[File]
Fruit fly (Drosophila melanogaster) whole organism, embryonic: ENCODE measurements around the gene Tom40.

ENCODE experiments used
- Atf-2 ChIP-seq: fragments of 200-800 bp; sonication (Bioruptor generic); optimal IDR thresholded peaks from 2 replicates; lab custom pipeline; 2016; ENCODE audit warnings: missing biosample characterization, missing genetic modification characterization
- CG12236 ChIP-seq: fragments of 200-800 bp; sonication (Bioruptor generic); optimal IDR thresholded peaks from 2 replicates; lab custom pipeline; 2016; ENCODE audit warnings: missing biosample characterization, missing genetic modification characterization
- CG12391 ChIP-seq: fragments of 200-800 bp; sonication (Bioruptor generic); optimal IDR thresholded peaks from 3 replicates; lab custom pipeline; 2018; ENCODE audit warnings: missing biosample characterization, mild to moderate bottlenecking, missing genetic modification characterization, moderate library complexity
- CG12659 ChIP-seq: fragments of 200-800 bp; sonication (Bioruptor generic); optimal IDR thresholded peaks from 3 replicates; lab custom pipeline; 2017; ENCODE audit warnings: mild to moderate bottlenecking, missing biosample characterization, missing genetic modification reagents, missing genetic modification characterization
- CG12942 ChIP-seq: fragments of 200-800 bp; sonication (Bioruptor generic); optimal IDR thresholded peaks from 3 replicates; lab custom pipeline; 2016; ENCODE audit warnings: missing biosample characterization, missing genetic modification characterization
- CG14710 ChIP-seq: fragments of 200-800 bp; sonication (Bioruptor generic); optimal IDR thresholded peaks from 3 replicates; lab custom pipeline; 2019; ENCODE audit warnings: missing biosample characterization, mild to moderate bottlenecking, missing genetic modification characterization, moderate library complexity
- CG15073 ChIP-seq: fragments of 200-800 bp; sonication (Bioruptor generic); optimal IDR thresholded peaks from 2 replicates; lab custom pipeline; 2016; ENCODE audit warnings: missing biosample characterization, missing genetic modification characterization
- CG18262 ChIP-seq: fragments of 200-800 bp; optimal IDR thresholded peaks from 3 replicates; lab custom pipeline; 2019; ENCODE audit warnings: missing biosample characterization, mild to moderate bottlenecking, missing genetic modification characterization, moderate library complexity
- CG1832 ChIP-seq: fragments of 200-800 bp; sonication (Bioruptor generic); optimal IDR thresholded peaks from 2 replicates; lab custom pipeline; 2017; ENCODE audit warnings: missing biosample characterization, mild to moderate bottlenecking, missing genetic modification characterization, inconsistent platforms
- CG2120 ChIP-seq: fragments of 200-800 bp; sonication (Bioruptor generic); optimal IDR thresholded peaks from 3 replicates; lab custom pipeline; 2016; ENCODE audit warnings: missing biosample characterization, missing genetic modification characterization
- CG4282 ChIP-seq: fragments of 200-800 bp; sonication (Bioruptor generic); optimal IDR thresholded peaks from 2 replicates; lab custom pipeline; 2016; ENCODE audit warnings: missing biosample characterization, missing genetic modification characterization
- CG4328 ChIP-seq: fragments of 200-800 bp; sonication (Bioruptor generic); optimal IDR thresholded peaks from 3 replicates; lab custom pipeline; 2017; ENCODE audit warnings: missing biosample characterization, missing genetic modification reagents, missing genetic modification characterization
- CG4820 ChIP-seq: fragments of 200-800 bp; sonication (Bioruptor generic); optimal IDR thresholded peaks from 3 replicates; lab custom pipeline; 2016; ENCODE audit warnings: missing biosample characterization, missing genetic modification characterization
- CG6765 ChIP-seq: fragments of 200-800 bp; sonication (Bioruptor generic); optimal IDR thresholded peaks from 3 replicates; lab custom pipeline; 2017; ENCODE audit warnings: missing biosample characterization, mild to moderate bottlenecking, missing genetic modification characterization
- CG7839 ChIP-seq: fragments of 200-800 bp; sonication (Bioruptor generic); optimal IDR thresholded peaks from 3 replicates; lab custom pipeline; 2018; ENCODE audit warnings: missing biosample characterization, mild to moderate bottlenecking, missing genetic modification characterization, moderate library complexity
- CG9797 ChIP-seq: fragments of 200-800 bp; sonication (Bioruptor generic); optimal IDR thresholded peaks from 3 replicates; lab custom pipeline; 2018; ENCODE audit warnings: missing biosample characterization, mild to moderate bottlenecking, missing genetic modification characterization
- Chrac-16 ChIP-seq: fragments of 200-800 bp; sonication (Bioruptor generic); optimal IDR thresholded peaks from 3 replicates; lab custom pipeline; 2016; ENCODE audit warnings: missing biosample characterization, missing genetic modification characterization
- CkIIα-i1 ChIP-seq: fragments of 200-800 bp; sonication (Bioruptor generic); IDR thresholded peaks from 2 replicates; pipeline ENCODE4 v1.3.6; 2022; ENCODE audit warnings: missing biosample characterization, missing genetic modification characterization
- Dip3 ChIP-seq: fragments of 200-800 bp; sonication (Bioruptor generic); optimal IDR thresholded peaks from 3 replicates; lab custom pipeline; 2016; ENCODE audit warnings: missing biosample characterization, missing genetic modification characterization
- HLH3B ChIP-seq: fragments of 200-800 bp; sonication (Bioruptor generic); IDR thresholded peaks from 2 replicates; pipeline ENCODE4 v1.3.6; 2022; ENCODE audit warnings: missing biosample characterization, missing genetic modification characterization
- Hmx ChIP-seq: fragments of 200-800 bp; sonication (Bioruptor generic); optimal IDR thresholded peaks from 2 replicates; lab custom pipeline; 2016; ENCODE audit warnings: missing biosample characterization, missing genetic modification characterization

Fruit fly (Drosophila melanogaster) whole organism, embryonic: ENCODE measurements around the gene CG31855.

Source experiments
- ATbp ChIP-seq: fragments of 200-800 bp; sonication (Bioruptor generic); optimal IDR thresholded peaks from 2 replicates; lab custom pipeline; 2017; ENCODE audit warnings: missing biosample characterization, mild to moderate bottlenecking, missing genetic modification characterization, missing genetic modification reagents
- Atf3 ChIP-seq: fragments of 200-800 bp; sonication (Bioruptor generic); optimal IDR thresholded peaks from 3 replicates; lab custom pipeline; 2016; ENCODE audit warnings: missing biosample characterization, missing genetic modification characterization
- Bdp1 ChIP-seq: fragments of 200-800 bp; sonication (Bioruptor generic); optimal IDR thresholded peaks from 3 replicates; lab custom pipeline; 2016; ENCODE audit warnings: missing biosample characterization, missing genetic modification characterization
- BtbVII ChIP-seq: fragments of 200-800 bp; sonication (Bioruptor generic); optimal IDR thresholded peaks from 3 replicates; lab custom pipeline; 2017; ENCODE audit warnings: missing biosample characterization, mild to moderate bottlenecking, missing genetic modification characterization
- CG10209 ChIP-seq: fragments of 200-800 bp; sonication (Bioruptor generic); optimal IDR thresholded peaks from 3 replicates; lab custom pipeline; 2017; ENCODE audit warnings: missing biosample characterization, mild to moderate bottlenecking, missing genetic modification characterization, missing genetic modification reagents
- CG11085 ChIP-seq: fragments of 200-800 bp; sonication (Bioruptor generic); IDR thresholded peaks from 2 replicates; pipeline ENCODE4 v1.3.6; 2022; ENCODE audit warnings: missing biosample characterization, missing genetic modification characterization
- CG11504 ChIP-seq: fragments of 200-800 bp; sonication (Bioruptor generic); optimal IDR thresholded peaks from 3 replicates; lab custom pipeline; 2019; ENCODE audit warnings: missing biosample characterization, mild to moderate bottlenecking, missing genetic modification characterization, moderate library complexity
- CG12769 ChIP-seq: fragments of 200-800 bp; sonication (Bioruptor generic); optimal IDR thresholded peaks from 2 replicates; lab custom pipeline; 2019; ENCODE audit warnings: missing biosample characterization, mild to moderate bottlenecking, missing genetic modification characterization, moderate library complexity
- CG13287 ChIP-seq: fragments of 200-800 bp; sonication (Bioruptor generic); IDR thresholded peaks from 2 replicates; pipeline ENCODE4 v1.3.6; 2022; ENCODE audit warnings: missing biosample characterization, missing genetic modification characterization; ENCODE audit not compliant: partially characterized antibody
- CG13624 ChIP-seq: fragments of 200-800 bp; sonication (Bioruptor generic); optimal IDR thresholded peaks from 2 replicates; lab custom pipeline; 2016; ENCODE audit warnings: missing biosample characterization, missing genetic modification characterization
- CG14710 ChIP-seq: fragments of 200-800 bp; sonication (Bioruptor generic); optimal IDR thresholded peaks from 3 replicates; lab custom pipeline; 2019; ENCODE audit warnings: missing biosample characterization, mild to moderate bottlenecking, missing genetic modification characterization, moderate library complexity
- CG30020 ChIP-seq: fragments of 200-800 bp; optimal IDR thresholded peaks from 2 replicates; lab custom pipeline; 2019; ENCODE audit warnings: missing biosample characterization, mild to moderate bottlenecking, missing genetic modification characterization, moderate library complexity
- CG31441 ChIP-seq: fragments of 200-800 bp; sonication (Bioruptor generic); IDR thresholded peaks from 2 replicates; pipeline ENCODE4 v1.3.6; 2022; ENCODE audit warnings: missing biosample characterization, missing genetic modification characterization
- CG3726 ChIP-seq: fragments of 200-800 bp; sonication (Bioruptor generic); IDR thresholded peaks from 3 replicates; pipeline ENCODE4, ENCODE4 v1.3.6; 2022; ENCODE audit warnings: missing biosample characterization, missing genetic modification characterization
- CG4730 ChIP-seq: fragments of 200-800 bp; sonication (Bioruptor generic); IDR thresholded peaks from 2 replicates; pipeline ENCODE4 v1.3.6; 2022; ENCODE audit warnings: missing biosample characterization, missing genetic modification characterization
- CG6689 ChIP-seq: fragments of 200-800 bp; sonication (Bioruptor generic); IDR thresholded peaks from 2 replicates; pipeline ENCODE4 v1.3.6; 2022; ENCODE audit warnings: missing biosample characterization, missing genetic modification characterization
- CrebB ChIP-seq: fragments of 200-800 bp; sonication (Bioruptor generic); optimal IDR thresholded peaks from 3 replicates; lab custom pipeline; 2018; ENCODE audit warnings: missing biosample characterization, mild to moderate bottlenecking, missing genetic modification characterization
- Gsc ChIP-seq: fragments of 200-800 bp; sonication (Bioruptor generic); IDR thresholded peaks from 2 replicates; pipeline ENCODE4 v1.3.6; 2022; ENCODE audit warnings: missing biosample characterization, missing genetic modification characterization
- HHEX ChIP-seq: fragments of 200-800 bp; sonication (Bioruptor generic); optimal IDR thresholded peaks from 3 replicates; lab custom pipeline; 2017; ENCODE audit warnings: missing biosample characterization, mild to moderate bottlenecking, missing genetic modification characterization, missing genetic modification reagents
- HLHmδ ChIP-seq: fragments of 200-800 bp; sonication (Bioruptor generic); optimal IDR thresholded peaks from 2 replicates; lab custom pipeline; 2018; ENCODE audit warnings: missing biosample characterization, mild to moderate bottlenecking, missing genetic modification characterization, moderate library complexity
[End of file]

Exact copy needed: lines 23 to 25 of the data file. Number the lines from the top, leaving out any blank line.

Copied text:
- Hmx ChIP-seq: fragments of 200-800 bp; sonication (Bioruptor generic); optimal IDR thresholded peaks from 2 replicates; lab custom pipeline; 2016; ENCODE audit warnings: missing biosample characterization, missing genetic modification characterization

Fruit fly (Drosophila melanogaster) whole organism, embryonic: ENCODE measurements around the gene CG31855.

Source experiments